Exode trench coat by Lâcher Prize is made of eucalyptus

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The Lâcher Prize Exode trench coat is a sustainable fashion answer to the waste produced by fast fashion. Lâcher Prize uses Tencel fabric, a material made in Japan from eucalyptus trees. It creates soft clothing that can produce shirts, dresses, pants and coats.

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A woman with her hand up to protect from the sun is standing in a desert wearing a white outfit

“Exode: A Departure; the final exit; the last refrain, ”said Lâcher Prize about the new trench coat, which comes in camel brown, creamy white and light gray.

Related: NUQI uses 100% natural materials for its products

Three different trench coats, from left to right, gray, white and brown

Furthermore, a removable belt folds the oversized collar and spacious coat around the wearer for flexible styling. It is a thinner coat, flowing and lightweight. Exodus styles well with layers for moderate weather.

From left to right, a woman posing in a white trench coat and a woman hiding her face in a tortleneck dress with a brown trench coat

Lâcher Prize also seeks to revive the American clothing industry. The industry is dominated by overseas fast fashion from the 1980s to today. Only 2% of American fashion is actually manufactured in America. With eco-friendly materials, design process and unisex styles, the designer creates a new option that does more than fill the gap on cheap clothes. They create a whole new style.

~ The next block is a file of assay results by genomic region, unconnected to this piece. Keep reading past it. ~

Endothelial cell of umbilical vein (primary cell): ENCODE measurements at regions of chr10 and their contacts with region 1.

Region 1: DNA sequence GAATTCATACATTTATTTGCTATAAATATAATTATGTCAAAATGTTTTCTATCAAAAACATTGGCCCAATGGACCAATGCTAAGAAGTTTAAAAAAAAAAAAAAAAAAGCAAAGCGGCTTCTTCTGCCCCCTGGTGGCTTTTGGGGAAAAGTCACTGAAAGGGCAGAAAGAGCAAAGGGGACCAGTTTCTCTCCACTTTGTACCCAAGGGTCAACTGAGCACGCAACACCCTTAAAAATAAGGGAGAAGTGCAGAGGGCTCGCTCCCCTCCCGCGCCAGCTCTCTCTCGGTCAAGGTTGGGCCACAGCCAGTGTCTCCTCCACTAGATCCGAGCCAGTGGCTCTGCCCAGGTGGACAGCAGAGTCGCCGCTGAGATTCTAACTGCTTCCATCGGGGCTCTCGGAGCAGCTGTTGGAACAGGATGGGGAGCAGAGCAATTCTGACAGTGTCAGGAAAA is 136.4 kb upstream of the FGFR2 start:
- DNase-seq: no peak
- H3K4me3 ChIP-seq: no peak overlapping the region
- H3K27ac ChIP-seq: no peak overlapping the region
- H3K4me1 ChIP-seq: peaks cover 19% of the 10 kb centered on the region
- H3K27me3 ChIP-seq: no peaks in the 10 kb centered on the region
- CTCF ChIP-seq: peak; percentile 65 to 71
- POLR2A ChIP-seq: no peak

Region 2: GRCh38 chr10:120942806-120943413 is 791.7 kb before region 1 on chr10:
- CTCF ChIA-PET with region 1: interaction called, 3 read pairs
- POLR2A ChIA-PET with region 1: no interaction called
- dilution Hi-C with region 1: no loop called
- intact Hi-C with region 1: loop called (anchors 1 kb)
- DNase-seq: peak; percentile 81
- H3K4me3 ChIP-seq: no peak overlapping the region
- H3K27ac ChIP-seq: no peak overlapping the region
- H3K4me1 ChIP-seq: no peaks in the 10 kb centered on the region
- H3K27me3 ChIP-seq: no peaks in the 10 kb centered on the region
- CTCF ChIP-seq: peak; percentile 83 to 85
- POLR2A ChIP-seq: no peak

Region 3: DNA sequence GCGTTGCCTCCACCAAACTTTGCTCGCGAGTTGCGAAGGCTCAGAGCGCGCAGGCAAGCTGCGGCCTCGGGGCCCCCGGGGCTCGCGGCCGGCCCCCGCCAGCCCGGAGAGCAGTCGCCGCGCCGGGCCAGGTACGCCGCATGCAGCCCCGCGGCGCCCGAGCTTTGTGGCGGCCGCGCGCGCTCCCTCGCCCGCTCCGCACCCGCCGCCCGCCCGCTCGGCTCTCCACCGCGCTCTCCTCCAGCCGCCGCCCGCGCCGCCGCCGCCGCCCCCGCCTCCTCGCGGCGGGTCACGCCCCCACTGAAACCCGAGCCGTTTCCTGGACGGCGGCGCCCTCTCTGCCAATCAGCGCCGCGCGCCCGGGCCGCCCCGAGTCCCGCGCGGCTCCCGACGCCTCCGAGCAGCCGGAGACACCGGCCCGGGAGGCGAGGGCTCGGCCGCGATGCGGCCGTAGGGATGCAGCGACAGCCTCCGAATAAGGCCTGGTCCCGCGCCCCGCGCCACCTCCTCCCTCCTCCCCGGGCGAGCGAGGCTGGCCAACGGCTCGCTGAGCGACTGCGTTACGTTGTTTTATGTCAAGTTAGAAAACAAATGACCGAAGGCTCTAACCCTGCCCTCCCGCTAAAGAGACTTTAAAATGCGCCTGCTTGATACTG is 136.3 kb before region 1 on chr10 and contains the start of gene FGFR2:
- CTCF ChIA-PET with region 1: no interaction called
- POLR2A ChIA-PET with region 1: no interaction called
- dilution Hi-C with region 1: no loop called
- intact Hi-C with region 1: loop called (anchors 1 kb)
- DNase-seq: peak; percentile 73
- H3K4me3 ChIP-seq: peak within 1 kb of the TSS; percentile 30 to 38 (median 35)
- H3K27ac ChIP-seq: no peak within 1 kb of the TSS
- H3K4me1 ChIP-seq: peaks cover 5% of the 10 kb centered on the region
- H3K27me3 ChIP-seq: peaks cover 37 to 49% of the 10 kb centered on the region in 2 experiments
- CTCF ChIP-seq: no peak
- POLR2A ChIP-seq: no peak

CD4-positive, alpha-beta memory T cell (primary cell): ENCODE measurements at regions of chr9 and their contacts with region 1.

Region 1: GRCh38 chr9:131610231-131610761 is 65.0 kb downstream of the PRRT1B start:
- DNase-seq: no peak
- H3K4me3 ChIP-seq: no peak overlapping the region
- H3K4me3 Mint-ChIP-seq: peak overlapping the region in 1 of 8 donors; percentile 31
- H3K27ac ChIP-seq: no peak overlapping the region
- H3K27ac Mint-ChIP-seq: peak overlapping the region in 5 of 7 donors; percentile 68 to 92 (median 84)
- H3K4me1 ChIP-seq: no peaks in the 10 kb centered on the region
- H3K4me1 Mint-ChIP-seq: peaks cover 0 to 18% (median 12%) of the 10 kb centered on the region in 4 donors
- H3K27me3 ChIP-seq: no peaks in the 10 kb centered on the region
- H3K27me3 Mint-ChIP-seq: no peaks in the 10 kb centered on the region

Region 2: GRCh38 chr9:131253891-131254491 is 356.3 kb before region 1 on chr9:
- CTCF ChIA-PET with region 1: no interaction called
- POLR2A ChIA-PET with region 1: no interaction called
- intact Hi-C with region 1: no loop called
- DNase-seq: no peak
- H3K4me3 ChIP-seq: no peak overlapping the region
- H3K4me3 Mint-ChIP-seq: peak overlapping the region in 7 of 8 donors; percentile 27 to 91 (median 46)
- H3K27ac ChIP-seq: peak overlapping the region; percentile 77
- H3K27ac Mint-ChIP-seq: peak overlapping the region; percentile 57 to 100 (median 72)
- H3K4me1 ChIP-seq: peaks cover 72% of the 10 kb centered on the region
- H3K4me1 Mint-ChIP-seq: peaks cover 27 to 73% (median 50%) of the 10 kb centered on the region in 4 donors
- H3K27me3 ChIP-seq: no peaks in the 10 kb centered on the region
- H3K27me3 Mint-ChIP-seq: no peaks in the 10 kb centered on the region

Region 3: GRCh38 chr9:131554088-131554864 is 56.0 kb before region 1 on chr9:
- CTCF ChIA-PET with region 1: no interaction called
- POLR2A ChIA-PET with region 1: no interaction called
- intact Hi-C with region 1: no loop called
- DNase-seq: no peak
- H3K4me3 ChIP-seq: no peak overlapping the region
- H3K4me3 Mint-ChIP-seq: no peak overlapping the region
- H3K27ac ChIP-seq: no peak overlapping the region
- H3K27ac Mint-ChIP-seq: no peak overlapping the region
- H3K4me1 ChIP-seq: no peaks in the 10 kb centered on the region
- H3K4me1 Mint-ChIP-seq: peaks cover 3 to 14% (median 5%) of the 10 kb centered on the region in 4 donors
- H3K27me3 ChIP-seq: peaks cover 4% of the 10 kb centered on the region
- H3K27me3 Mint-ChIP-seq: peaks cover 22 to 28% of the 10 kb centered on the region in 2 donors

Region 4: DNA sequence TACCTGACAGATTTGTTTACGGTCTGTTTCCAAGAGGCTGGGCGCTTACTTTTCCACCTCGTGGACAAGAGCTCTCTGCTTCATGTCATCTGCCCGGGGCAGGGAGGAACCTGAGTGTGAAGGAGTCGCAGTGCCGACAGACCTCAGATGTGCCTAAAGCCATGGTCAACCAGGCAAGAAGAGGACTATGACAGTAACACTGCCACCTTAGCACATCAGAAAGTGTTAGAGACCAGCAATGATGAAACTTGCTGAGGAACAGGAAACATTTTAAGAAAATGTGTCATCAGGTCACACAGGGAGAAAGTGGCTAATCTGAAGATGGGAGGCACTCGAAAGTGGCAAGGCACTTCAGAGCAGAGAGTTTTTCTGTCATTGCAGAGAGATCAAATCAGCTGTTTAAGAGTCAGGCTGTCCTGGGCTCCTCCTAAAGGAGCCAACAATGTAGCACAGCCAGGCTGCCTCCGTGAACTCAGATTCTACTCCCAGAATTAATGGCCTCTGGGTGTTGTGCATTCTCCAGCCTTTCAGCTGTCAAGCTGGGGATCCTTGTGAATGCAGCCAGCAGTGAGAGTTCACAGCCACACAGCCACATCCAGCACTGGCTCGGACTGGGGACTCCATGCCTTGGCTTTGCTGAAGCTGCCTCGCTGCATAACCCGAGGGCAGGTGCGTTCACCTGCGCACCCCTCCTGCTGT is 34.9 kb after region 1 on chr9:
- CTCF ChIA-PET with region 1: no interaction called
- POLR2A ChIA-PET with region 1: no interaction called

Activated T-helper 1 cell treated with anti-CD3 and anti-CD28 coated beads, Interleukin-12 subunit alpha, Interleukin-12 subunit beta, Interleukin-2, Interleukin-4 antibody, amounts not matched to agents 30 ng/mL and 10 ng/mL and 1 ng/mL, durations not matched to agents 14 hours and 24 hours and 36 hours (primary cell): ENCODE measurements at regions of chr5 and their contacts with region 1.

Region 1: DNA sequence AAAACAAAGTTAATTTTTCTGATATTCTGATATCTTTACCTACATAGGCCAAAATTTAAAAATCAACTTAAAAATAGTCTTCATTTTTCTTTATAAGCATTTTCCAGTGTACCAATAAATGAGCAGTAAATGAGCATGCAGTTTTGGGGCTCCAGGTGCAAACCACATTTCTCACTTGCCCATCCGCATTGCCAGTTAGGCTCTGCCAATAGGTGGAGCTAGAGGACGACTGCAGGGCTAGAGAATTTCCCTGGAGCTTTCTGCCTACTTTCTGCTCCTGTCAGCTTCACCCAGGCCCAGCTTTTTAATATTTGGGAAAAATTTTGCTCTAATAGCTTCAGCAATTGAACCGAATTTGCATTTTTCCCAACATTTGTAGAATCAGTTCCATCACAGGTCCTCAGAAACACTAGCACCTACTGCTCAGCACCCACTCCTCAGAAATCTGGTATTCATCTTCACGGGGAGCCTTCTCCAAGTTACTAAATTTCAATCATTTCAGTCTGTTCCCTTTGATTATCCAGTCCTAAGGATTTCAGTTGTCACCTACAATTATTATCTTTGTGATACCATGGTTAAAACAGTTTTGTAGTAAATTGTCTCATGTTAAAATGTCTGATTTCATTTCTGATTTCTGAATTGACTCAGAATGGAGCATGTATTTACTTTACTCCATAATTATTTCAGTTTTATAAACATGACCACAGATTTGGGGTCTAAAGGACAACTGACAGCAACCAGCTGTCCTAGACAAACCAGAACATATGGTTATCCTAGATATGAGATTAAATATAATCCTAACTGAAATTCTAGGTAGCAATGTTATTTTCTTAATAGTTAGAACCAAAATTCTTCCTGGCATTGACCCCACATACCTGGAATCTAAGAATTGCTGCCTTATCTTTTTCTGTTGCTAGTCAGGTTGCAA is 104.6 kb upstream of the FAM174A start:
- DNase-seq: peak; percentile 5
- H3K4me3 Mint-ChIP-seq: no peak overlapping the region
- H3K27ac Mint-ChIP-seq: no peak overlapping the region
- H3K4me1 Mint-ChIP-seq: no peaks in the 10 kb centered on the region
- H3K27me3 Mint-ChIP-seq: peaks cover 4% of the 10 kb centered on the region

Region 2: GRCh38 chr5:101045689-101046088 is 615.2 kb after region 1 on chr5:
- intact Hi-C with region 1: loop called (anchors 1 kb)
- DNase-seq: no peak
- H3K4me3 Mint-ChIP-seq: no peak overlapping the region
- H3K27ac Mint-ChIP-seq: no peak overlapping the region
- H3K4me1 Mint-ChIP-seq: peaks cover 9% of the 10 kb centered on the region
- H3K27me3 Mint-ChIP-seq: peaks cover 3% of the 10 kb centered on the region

A woman standing in a desert with a brown trench coat and brown scandals

The Exode coat is 68% Tencel fabric and 32% organic cotton. It’s $ 375. Take a look at some of their shirts, which can be worn as hoodies, tube tops or dresses, and their intimate collection.

A the back of a woman wearing a white trench coat in the middle of a desert

Lâcher Price obtains all materials, including dead stock, from US suppliers. Deadstock is the fabric left over from most clothing design, often 90% of the roll.

“We want to do our part to lower that statistic by not overproducing material, and therefore we prioritize the use of dead material,” the designer explained. “Those piles of dead material can end up in landfills, or they can be used to create beautiful new garments with a long life.”

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